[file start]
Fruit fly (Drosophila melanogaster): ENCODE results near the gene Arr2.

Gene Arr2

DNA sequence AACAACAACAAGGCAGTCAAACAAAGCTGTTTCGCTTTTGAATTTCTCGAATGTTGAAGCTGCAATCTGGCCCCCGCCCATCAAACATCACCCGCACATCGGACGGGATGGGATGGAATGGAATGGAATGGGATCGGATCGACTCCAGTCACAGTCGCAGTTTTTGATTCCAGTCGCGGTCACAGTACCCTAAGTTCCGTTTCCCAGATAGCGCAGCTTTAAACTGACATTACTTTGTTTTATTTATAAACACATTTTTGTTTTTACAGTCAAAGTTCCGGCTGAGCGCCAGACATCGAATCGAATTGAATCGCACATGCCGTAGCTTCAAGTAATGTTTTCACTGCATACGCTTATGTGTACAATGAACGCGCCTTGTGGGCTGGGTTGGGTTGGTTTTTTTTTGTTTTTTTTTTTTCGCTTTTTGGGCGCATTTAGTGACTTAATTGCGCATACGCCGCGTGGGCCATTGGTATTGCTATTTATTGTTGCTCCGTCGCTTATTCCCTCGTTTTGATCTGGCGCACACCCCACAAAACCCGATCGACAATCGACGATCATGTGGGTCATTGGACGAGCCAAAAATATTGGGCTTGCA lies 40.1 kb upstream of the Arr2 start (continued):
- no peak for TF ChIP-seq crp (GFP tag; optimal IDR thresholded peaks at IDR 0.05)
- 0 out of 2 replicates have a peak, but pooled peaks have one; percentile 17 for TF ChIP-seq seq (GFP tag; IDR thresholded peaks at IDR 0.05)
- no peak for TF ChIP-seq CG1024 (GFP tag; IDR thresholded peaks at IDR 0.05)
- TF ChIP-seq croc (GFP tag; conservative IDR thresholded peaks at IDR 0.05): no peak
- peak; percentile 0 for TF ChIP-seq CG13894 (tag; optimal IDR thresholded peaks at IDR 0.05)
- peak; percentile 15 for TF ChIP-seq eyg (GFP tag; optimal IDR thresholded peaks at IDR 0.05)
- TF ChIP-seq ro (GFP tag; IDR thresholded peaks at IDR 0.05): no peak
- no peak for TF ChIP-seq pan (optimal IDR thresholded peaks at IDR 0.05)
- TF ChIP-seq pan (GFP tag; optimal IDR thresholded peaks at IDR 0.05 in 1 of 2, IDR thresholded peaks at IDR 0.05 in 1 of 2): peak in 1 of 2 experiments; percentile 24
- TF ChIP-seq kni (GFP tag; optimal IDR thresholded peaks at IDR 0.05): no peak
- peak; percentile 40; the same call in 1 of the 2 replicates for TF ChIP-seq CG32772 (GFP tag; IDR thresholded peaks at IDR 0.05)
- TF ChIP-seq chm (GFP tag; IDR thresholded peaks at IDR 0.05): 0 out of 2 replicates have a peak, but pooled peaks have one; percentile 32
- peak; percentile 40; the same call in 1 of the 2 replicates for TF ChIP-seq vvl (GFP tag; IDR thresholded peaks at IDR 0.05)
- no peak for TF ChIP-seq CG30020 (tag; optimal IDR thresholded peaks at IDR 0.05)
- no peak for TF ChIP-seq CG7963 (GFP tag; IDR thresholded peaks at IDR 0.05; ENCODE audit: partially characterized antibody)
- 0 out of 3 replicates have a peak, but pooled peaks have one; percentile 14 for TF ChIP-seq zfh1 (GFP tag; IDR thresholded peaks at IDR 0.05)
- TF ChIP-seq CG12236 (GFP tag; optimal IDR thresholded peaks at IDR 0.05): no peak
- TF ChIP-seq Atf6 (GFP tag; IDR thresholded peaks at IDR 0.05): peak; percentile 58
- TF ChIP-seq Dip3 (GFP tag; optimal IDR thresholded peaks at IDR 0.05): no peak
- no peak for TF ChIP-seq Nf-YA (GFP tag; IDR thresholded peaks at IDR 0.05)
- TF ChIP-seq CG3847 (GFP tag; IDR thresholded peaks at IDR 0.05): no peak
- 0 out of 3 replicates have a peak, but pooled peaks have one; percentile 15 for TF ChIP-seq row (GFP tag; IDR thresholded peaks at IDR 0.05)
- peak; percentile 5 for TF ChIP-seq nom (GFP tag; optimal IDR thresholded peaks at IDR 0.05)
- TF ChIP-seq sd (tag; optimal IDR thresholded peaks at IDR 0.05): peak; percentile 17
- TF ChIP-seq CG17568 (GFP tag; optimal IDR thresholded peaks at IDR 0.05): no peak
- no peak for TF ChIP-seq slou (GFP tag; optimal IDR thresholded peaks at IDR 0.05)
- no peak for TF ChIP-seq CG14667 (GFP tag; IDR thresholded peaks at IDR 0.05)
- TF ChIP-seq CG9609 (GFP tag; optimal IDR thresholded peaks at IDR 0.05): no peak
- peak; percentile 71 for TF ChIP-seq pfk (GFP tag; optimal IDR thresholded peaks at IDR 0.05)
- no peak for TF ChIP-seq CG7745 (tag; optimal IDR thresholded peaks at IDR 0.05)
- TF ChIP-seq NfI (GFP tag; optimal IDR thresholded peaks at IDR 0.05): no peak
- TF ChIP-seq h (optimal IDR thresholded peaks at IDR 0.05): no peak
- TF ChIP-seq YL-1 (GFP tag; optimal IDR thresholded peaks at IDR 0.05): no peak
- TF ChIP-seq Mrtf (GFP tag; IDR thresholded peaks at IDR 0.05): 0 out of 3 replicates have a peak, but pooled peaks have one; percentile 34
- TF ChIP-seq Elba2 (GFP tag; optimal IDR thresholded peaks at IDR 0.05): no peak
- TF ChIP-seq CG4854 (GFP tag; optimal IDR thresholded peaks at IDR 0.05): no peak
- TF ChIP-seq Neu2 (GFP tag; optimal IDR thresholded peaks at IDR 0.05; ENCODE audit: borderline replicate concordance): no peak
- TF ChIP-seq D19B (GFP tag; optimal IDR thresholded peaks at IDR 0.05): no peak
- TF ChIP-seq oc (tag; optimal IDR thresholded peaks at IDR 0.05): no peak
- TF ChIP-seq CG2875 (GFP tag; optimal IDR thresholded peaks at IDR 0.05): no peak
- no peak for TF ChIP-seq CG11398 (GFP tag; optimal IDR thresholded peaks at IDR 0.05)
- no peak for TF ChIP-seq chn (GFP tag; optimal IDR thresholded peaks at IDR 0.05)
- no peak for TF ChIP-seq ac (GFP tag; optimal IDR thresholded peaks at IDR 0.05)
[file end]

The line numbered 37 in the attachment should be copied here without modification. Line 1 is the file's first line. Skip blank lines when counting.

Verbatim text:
- TF ChIP-seq Mrtf (GFP tag; IDR thresholded peaks at IDR 0.05): 0 out of 3 replicates have a peak, but pooled peaks have one; percentile 34